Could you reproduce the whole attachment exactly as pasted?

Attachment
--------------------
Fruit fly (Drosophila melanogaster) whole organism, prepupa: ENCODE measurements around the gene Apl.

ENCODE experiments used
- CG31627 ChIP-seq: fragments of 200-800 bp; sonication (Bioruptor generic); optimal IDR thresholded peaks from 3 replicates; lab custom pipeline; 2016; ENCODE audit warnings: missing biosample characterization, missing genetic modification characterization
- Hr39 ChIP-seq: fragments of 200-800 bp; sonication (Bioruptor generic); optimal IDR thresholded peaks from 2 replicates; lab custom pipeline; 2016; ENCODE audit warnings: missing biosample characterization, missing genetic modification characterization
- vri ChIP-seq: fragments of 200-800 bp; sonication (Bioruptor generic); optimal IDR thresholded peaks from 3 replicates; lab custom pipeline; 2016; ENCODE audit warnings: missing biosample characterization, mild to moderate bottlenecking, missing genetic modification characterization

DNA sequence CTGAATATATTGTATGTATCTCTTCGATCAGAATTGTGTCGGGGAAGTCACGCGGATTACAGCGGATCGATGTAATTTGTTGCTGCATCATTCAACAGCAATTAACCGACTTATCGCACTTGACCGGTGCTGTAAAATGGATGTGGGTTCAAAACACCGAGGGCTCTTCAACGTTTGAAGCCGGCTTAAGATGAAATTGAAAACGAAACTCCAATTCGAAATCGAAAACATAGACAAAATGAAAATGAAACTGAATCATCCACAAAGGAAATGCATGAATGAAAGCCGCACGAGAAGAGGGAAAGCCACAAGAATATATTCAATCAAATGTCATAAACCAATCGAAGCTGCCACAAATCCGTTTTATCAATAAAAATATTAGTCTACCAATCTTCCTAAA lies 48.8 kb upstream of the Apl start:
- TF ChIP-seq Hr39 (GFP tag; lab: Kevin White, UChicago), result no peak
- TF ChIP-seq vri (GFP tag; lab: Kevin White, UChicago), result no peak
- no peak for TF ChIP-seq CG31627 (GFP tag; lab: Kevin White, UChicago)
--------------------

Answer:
Fruit fly (Drosophila melanogaster) whole organism, prepupa: ENCODE measurements around the gene Apl.

ENCODE experiments used
- CG31627 ChIP-seq: fragments of 200-800 bp; sonication (Bioruptor generic); optimal IDR thresholded peaks from 3 replicates; lab custom pipeline; 2016; ENCODE audit warnings: missing biosample characterization, missing genetic modification characterization
- Hr39 ChIP-seq: fragments of 200-800 bp; sonication (Bioruptor generic); optimal IDR thresholded peaks from 2 replicates; lab custom pipeline; 2016; ENCODE audit warnings: missing biosample characterization, missing genetic modification characterization
- vri ChIP-seq: fragments of 200-800 bp; sonication (Bioruptor generic); optimal IDR thresholded peaks from 3 replicates; lab custom pipeline; 2016; ENCODE audit warnings: missing biosample characterization, mild to moderate bottlenecking, missing genetic modification characterization

DNA sequence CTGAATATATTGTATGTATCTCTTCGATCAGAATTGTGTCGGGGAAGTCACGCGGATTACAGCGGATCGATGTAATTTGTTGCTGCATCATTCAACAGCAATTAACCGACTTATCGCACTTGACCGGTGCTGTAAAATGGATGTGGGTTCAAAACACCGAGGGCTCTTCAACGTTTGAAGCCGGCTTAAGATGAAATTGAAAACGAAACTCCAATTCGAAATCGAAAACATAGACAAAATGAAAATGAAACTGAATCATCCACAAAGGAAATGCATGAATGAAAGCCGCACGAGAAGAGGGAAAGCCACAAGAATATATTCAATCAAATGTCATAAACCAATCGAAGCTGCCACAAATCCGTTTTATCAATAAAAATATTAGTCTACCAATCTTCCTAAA lies 48.8 kb upstream of the Apl start:
- TF ChIP-seq Hr39 (GFP tag; lab: Kevin White, UChicago), result no peak
- TF ChIP-seq vri (GFP tag; lab: Kevin White, UChicago), result no peak
- no peak for TF ChIP-seq CG31627 (GFP tag; lab: Kevin White, UChicago)